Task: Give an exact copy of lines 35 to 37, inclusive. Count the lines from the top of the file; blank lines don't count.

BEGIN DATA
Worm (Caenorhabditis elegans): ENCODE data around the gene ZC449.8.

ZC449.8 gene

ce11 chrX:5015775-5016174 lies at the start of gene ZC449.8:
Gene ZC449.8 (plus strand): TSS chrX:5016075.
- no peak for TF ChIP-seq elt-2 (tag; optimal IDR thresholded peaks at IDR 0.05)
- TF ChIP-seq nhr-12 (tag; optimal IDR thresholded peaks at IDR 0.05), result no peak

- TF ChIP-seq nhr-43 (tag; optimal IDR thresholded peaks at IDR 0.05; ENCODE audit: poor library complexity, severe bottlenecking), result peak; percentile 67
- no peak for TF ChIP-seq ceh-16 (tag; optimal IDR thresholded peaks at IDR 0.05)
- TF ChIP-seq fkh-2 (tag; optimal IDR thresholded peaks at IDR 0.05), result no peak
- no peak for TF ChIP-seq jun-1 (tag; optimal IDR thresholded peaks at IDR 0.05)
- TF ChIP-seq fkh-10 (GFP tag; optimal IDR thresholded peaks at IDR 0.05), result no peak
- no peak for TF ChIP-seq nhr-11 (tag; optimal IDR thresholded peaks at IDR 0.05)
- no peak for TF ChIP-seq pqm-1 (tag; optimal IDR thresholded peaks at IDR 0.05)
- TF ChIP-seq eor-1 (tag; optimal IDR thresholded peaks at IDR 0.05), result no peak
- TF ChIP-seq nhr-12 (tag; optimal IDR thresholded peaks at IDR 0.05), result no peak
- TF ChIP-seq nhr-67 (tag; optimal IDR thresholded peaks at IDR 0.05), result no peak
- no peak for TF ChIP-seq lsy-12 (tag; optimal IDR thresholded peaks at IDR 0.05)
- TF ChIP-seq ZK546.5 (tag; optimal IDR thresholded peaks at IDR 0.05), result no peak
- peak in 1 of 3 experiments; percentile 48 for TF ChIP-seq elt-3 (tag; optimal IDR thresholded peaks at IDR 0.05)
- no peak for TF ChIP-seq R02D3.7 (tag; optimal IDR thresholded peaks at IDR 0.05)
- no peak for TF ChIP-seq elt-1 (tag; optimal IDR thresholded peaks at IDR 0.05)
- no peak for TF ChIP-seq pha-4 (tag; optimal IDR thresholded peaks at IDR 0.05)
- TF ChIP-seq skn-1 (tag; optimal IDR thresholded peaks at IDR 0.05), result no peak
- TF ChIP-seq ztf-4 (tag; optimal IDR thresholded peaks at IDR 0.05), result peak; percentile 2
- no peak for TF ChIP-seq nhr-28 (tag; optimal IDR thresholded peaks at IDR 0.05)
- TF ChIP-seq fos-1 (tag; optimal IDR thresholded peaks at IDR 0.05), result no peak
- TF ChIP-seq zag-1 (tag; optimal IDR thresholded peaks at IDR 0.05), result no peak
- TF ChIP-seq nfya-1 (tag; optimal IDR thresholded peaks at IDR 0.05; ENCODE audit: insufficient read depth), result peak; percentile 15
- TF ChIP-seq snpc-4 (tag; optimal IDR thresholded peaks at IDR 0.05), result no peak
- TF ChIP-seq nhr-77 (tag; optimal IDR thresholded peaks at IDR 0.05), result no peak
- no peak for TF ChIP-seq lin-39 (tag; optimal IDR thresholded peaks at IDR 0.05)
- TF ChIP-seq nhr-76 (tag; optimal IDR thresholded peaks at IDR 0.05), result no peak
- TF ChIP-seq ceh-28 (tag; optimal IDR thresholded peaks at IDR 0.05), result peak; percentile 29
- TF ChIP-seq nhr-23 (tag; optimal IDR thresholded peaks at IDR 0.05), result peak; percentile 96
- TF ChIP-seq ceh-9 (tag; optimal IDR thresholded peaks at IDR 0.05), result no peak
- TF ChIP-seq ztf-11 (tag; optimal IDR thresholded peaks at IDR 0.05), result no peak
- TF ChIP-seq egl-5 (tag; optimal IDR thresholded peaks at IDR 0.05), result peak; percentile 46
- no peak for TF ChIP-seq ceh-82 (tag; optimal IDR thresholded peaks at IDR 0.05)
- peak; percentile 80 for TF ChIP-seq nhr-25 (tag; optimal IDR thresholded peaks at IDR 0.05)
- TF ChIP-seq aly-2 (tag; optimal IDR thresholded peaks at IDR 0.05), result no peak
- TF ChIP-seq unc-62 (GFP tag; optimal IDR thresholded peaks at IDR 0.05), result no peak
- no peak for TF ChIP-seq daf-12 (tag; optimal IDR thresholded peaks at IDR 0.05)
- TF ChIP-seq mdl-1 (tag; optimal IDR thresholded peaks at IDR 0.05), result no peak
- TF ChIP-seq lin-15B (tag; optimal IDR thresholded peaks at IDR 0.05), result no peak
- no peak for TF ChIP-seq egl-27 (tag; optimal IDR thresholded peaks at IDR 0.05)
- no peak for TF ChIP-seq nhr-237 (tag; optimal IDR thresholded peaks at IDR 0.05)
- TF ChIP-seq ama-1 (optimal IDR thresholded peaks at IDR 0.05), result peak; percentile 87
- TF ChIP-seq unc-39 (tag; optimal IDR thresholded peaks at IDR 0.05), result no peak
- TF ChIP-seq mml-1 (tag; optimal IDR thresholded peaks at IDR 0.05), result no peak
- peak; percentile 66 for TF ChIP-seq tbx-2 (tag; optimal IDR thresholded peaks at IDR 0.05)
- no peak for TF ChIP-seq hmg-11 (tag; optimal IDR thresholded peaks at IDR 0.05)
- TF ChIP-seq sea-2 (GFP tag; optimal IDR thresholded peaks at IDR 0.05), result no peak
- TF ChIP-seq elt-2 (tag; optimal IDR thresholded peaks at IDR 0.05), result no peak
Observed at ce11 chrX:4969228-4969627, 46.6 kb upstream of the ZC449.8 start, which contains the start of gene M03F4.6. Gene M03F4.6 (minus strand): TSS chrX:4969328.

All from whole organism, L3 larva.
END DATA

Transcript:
- TF ChIP-seq ceh-9 (tag; optimal IDR thresholded peaks at IDR 0.05), result no peak
- TF ChIP-seq ztf-11 (tag; optimal IDR thresholded peaks at IDR 0.05), result no peak
- TF ChIP-seq egl-5 (tag; optimal IDR thresholded peaks at IDR 0.05), result peak; percentile 46